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Abby Erdmann had a pretty privileged upbringing, which she says she thinks about constantly.

But Erdmann was also something of an outsider, despite her privilege. Growing up in New York in the 1960s, Erdmann was one of three Jewish students in her school. And — by her own admission — she was fat. Some of the kids she grew up with didn’t let her forget that.

York Prep in NYC. Photo by Jim Henderson/Wikimedia Commons.


“I was aware of being marginalized. In high school, a very popular student drew a caricature of me, and had an arrow to my mouth, and said ‘n-word lips.’ I think that raised my consciousness,” she said.

The resulting awareness would eventually become her biggest asset because that combination of privilege and being an outsider helped Erdmann empathize with all kinds of people.

After she graduated from college, Erdmann became a teacher.

And Erdmann — now retired — wasn’t “just” an English teacher.

When a student in one of her classes said "race is just skin-deep," she wanted to explain to that student that it was so much more than that, but she didn't know how, and she didn't feel comfortable trying. She let the moment pass, but her discomfort sparked something within her.

Eventually, Erdmann came to recognize that she was a white woman in a world that favors whiteness. She had privilege. So, as a teacher, she decided to take her lessons beyond books. She wanted to tackle race too.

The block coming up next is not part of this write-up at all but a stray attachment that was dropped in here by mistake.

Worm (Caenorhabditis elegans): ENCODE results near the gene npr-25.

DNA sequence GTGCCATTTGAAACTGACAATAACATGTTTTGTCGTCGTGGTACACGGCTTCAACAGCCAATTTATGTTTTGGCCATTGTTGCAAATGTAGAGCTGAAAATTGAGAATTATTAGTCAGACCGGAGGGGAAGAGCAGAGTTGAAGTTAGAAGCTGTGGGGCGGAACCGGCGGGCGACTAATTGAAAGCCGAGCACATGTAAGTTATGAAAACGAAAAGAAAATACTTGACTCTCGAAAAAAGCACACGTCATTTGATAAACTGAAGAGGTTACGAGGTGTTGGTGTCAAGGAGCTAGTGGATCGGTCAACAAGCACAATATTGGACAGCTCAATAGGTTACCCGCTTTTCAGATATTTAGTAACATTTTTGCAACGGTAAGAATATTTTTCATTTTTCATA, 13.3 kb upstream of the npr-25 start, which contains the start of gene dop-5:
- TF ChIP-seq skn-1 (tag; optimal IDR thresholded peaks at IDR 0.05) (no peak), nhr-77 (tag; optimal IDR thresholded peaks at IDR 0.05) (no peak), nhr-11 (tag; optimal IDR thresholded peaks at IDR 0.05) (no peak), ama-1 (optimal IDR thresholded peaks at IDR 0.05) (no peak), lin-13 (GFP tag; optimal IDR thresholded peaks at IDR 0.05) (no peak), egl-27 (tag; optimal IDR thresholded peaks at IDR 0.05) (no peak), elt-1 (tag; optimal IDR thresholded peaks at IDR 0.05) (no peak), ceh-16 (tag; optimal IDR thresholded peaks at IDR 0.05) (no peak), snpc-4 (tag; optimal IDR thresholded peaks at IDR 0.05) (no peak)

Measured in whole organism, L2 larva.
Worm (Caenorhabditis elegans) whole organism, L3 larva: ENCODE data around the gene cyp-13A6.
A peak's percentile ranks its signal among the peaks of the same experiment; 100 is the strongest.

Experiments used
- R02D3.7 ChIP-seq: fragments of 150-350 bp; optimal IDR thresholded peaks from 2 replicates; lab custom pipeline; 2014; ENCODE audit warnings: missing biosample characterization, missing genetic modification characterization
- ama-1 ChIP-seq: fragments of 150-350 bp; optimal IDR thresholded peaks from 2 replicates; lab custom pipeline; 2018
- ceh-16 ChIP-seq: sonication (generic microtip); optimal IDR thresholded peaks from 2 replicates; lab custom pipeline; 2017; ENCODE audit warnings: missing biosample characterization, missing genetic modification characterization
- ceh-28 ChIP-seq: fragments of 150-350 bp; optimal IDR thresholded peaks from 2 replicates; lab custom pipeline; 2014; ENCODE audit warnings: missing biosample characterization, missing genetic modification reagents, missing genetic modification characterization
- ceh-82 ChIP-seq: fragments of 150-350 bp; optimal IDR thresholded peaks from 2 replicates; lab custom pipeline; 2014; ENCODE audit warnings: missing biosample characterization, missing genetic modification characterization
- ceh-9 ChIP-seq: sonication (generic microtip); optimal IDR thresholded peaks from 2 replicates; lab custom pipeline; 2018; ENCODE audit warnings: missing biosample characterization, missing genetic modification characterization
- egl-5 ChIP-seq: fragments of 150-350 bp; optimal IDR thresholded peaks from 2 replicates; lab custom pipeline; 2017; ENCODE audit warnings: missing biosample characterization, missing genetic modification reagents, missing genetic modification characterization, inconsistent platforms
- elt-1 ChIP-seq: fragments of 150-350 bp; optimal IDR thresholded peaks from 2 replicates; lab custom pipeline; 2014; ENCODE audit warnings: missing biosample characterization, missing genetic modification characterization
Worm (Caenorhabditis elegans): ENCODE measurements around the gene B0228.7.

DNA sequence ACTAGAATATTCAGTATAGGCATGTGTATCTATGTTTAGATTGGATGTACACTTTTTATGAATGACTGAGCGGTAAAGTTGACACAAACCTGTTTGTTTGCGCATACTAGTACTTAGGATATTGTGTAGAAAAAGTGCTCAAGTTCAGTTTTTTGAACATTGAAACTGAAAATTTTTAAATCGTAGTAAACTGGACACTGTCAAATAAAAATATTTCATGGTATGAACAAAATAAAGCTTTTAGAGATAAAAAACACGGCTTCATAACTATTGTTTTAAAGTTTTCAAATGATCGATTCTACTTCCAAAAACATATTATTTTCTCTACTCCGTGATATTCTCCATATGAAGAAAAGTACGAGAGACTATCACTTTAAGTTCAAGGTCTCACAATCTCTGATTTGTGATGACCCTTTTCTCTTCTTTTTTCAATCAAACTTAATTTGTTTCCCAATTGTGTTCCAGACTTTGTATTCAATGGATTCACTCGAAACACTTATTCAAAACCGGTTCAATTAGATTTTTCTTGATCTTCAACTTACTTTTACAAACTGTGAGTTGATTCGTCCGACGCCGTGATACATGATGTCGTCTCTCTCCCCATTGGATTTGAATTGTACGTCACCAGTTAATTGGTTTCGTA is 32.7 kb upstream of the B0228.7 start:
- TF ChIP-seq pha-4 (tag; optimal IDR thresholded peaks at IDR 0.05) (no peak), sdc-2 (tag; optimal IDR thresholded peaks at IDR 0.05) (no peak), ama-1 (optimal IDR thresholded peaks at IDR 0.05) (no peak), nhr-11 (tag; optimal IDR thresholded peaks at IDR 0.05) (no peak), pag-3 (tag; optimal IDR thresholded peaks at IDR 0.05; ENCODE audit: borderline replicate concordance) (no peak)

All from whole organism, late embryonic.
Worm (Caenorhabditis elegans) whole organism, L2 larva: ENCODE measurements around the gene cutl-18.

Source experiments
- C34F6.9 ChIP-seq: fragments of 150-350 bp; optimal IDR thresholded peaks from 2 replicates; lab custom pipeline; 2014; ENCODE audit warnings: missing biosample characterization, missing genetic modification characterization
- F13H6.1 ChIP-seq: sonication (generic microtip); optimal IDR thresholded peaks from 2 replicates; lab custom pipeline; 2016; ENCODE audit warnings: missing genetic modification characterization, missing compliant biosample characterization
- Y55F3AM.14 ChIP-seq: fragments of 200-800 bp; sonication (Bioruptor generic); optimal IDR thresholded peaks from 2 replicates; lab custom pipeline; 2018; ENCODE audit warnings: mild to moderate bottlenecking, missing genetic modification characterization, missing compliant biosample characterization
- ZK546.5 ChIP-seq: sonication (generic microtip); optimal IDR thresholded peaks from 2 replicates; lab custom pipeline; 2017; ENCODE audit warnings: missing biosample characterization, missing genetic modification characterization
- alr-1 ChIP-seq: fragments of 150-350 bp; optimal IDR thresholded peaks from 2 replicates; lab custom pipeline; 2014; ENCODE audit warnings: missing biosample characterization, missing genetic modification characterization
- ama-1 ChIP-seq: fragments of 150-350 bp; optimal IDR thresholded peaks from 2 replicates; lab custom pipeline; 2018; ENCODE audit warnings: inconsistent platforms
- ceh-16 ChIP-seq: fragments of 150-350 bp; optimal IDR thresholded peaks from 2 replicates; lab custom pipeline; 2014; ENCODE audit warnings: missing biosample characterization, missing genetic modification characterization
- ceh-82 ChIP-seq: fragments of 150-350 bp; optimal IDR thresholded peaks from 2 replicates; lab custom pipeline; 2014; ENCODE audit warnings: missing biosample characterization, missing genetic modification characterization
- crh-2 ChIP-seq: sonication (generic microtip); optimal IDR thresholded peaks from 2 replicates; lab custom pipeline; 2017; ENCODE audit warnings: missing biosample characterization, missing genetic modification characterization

Abby Erdmann, center, with two of her former students after a workshop on Talking About Race at Primary Source. Used with permission.

In her classroom, Erdmann taught her students about race in a very unique way.

She offered support to her students of color, but she put most of the responsibility in the hands of her white students: “Because of your privilege, you have tremendous power,” she told them.

She taught her white students that they had the power to listen, to offer support to students of color, and to challenge the power structure that undermines people of color every day.

“The problem of racism isn’t the problem of black kids, it’s the problem of white kids and the white power structure. So I used to work with white kids to teach them how to listen to kids of color when they spoke up, to see their own privilege, to understand definitions of racism,” she said.